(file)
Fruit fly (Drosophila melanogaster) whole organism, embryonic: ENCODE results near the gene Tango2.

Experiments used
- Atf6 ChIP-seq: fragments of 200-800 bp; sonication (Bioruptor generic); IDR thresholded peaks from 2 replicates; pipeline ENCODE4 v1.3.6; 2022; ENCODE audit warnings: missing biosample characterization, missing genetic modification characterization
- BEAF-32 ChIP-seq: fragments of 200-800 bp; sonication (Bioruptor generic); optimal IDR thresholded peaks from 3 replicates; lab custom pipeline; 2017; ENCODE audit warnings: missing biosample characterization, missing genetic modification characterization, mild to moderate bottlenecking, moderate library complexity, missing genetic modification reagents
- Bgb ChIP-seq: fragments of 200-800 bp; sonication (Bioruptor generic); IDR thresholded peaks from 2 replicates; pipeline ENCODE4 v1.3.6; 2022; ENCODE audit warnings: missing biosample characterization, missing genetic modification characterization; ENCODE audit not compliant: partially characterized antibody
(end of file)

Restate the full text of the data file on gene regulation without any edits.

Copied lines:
Fruit fly (Drosophila melanogaster) whole organism, embryonic: ENCODE results near the gene Tango2.

Experiments used
- Atf6 ChIP-seq: fragments of 200-800 bp; sonication (Bioruptor generic); IDR thresholded peaks from 2 replicates; pipeline ENCODE4 v1.3.6; 2022; ENCODE audit warnings: missing biosample characterization, missing genetic modification characterization
- BEAF-32 ChIP-seq: fragments of 200-800 bp; sonication (Bioruptor generic); optimal IDR thresholded peaks from 3 replicates; lab custom pipeline; 2017; ENCODE audit warnings: missing biosample characterization, missing genetic modification characterization, mild to moderate bottlenecking, moderate library complexity, missing genetic modification reagents
- Bgb ChIP-seq: fragments of 200-800 bp; sonication (Bioruptor generic); IDR thresholded peaks from 2 replicates; pipeline ENCODE4 v1.3.6; 2022; ENCODE audit warnings: missing biosample characterization, missing genetic modification characterization; ENCODE audit not compliant: partially characterized antibody